Let Canada's "Loyalist City", Saint John, Take you Back to the Future for the Affordable Housing Solution
We’ve all seen federal, provincial and municipal politicians’ brows become furrowed as they spout empathetic statements about their shared frustration with the public when confronted in media interviews about what can be done to solve the affordable housing crisis. They all know the answer. It’s mixed use residential housing; a combination of single- family homes and townhouses along with low rise condominium and rental apartments in a walkable greenspace neighbourhood. However, affordable housing is one of those third rails in politics that politicians are afraid to tell the truth about because of the fear that they’ll be associated with and stigmatized by the NIMBY (not in my backyard) factor that will spell the end of their career.
NIMBYism is a fear of the unknown. A combination of post- World War II public policy, politics and private sector real estate development promotion in North America created a successful marketing mystique that convinced boomers and millennials that the ideal home life was encapsulated in single family residences ensconced in exclusive residential neighbourhoods. Zoning was utilized to promote and correspondingly restrict middle and upper- class residential neighbourhood development to single family homes. These became the preferred addresses that assured owners of an increase in value and a guaranteed tax-free investment when sold. Any attempt to alter or interfere with the status quo single family home owner mindset, which has been deeply ingrained in the middle and upper classes predominant among voters, is met with a resounding NIMBY.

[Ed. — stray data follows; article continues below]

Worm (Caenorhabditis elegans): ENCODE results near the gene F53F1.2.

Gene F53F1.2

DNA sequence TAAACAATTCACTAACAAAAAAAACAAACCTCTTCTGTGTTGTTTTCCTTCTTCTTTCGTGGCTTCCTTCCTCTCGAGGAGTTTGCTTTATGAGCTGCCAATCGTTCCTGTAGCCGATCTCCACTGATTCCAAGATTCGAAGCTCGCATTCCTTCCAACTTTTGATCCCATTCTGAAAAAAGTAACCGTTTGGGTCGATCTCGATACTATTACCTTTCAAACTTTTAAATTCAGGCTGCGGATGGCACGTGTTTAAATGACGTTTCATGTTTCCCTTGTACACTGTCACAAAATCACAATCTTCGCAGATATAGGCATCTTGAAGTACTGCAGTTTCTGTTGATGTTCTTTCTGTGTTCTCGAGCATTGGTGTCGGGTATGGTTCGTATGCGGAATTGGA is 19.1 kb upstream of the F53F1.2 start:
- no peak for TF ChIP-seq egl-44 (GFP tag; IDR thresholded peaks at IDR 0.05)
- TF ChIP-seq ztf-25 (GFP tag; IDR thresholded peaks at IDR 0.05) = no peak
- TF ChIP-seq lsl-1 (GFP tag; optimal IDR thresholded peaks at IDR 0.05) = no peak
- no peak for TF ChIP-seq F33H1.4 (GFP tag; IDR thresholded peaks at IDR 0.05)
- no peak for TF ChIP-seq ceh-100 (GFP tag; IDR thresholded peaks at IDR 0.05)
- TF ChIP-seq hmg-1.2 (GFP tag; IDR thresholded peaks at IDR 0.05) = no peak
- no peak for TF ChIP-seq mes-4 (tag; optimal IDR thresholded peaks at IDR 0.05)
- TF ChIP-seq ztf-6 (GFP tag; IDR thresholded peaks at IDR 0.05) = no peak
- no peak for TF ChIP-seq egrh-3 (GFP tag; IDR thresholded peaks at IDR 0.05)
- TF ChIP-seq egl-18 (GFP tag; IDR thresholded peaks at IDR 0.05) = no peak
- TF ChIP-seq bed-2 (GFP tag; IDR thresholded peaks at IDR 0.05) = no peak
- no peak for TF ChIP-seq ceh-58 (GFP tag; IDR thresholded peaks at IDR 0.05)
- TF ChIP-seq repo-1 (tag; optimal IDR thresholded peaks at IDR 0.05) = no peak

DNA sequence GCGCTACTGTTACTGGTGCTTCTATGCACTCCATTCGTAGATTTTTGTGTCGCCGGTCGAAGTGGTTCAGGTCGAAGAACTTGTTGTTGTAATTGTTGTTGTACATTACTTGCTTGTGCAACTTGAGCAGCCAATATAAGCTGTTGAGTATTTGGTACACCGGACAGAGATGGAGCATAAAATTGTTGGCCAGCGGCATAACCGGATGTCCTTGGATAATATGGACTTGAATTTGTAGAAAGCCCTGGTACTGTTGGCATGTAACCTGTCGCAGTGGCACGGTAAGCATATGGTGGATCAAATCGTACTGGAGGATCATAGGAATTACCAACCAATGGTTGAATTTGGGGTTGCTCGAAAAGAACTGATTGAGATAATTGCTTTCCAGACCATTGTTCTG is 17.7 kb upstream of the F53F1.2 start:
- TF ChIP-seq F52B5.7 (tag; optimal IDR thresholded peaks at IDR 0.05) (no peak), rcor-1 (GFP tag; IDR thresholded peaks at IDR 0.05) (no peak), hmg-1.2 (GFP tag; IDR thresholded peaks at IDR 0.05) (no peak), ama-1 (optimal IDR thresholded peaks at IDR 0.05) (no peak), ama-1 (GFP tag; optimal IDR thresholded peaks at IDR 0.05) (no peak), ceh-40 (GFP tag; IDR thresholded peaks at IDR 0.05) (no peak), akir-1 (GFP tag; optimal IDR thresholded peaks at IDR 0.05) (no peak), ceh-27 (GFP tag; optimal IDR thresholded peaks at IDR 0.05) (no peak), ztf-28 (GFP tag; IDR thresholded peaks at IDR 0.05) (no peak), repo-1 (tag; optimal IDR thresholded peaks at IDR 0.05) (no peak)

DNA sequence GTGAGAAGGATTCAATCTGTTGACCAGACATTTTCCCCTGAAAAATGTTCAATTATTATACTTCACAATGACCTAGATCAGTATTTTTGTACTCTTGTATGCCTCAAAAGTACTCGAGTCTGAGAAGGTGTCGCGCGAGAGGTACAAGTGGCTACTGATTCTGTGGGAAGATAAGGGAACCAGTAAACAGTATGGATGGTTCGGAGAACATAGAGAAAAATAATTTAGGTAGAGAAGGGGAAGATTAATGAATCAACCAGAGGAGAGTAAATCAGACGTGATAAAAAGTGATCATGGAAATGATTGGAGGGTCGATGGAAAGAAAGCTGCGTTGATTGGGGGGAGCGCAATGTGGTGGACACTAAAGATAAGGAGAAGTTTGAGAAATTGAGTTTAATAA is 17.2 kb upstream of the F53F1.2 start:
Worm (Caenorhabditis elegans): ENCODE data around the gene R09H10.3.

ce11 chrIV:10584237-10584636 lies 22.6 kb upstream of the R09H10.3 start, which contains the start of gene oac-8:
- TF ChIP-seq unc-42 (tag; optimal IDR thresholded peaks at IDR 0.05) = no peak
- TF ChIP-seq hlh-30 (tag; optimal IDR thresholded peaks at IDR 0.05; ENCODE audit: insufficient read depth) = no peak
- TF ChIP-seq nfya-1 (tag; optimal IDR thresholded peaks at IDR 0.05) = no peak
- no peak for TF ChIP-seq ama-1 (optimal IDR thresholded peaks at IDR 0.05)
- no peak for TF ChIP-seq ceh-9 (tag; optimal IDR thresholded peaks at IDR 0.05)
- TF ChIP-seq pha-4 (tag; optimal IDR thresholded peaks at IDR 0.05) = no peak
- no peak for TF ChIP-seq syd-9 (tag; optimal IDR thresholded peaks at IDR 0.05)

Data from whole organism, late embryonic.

Now let me take you back to the future on the street where I grew up. Saint John New Brunswick, incorporated in 1783 as Canada’s oldest city, was a boomtown of considerable wealth in the heyday of wooden shipbuilding and the lumber trade of the 19th century. One of its premiere residential streets of that golden era of commerce was Douglas Avenue. It was sprinkled with grand mansions replete with beautifully landscaped lawns maintained by gardeners along with maids an chauffeurs. But it was more than the grand mansions that made it a very desirable place to live. Intermingled with the majestic manses was a mixture of middle- class single family residences, two story townhouse configurations (“flats”) and two and three story working class tenement apartment buildings.
Yes, the mansions were there to stare at and wonder what it would be like to live like the 1%. However, all of the other homes didn’t stand out as aberrations but fitted in because of their quality design and construction. The single- family homes although similar in design were not all the same.
The contractors who built them were small enterprises who added their own signature to the residence such as customized windows and door frames. It was all very subtle and not expensive. It was craftmanship that made them compatible fits with nearby mansions. The two- story townhouse apartments adhered to the same principles. In fact, because the mansions tended to be multi story residences the two - story town house apartments were of a comparable size with comfortable living quarters. The three- story working class tenement apartment buildings consisted of two bedrooms, a kitchen and living room.